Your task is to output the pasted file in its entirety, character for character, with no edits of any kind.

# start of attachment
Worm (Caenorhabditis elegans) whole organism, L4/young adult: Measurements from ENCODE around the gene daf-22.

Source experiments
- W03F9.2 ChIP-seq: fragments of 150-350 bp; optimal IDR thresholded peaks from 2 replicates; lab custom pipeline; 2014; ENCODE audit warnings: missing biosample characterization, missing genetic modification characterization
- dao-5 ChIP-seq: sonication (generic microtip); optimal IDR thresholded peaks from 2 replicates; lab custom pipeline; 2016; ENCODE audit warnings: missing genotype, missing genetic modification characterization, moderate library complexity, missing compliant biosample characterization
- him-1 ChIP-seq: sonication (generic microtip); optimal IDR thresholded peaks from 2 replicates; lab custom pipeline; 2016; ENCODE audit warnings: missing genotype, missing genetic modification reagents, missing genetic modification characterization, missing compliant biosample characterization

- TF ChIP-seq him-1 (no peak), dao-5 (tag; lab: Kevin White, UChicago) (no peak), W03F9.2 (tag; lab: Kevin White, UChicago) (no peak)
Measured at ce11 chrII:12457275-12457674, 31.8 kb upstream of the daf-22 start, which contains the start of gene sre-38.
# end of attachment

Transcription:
Worm (Caenorhabditis elegans) whole organism, L4/young adult: Measurements from ENCODE around the gene daf-22.

Source experiments
- W03F9.2 ChIP-seq: fragments of 150-350 bp; optimal IDR thresholded peaks from 2 replicates; lab custom pipeline; 2014; ENCODE audit warnings: missing biosample characterization, missing genetic modification characterization
- dao-5 ChIP-seq: sonication (generic microtip); optimal IDR thresholded peaks from 2 replicates; lab custom pipeline; 2016; ENCODE audit warnings: missing genotype, missing genetic modification characterization, moderate library complexity, missing compliant biosample characterization
- him-1 ChIP-seq: sonication (generic microtip); optimal IDR thresholded peaks from 2 replicates; lab custom pipeline; 2016; ENCODE audit warnings: missing genotype, missing genetic modification reagents, missing genetic modification characterization, missing compliant biosample characterization

- TF ChIP-seq him-1 (no peak), dao-5 (tag; lab: Kevin White, UChicago) (no peak), W03F9.2 (tag; lab: Kevin White, UChicago) (no peak)
Measured at ce11 chrII:12457275-12457674, 31.8 kb upstream of the daf-22 start, which contains the start of gene sre-38.